9-10.01.2007: Comet C/2006 P1 (McNaught)
Just after sunset, clearings formed west of Munich. In spite of
remaining cloud bands, McNaught was conspicuous to the naked eye (about
-2 mag, not much fainter than Venus) and gorgeous with binoculars. The
brightest comet since Hale-Bopp in 1997, and arguably the loveliest one
since West in 1976.
Images: Nikon D100, 550/6.3 Maksutov, ISO 200, 1/8s to 1/2s exposure.
From EPO Skybar, Munich.
C/2006 P1 (McNaught), Munich Skybar, 10.01.07, 16:27 UTC, Nikon D100,
ETX 90, 3x 3s, ISO 400, cropped to 1° FOV.
13.01.2007: Daylight McNaught
Some clearings came over Munich, allowing visual observations of
McNaught in daylight: C11, x110, orange filter / no filter: pseudo-nucleus surface
brightness at least as large as Venus; hints of an antisolar shell,
better visible during "eclipses" = Sun behind clouds but comet in blue sky.
Many images taken with D100 and C11, Contrast Booster & no filter, f/11
& f/22. Here a composite of 3 images, no filter, f/11, 1/2000s, ISO 200,
10:45 UTC, cropped to FOV = 13'.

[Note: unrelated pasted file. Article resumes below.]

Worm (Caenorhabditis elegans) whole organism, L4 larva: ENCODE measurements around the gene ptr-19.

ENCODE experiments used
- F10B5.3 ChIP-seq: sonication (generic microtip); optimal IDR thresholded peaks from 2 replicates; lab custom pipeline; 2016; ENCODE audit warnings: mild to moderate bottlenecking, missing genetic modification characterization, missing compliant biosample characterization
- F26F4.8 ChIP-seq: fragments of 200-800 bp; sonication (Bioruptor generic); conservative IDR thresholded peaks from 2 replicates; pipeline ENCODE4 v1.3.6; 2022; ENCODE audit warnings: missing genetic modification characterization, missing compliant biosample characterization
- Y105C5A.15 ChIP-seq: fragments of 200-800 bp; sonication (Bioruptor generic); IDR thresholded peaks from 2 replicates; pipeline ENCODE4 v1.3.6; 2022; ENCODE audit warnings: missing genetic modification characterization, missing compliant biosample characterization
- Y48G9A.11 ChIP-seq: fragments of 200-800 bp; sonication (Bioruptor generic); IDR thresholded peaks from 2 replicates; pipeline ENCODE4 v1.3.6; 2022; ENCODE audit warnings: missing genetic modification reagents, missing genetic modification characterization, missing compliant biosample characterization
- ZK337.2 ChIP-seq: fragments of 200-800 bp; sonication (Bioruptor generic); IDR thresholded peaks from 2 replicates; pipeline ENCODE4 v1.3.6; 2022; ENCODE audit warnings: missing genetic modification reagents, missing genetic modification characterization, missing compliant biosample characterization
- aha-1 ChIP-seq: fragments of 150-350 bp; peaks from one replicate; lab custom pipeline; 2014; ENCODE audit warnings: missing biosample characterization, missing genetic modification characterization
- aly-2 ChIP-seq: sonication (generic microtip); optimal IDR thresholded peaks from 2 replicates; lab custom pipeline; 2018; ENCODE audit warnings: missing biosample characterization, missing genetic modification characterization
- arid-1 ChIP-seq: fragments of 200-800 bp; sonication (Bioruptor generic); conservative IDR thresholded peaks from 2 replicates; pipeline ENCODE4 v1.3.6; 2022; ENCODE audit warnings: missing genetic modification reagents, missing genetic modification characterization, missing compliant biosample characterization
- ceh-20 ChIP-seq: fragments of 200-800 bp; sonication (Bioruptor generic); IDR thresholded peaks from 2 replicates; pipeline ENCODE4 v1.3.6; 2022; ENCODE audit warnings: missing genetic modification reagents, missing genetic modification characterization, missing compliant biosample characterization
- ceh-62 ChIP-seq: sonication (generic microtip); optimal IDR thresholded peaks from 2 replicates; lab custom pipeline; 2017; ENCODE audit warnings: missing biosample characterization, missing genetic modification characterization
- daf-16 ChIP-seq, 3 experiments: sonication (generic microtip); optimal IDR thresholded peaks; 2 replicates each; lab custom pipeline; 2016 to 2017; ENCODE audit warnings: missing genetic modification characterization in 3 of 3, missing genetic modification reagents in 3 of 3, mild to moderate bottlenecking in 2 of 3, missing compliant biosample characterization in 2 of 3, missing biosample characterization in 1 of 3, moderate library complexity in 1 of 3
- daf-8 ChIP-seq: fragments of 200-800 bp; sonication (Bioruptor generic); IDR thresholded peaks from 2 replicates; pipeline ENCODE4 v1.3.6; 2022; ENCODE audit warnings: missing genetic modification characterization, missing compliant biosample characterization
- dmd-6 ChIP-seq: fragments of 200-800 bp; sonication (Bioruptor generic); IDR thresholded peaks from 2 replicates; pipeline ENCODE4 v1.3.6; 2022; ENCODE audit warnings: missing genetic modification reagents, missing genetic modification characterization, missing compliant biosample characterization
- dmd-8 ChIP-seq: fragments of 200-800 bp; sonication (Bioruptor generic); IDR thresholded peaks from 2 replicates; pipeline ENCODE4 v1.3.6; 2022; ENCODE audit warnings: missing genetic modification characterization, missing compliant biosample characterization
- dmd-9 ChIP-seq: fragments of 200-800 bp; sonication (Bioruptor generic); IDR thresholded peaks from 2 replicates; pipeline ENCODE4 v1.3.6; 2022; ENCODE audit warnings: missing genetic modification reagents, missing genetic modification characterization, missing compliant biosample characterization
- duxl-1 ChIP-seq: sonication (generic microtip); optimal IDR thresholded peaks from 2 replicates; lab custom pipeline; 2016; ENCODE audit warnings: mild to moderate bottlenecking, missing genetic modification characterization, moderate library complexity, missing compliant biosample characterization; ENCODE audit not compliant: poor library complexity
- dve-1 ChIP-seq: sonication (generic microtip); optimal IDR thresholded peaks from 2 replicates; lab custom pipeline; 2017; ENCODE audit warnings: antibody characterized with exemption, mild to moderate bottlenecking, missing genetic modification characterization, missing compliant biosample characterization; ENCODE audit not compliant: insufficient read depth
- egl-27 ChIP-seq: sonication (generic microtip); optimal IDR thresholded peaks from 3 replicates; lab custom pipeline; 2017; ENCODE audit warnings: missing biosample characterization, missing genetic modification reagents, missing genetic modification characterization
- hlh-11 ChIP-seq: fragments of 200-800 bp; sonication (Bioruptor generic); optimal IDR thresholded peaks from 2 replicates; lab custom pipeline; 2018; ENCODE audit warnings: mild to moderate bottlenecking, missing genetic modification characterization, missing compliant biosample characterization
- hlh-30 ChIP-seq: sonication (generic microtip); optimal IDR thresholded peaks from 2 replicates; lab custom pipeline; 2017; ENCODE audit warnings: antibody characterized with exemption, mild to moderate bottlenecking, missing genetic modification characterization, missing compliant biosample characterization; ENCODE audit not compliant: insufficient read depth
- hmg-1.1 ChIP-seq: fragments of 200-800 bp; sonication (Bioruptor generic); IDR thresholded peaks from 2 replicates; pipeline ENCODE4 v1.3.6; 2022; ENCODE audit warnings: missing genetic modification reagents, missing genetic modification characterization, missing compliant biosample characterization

The comet was an easy binocular (10x42) object in the afternoon of
13.01.07. Around 15:10 UTC i.e. more than half an hour before sunset
(15:44), it became visible to the naked eye. At sunset, it was hardly
less visible than Venus. In view of the small elongation and altitude of
the comet, it must have been substantially brighter than Venus, about -5
mag (indeed, recent magnitude estimates range between -4.7 and -6). A
very compact object, with a tail visible over less than 1°, hence less
spectacular than on 10.01.07.
Numerous short exposure images were taken with the D100 and the
Maksutov, in the 1000/11 and 550/6.3 configurations. Here birds in the
foreground, before sunset (15:10 & 15:41); a "mock comet" made of cirrus
and contrails (15:53); and an airplane, then cloud bands next to the
setting comet (16:05 & 16:11).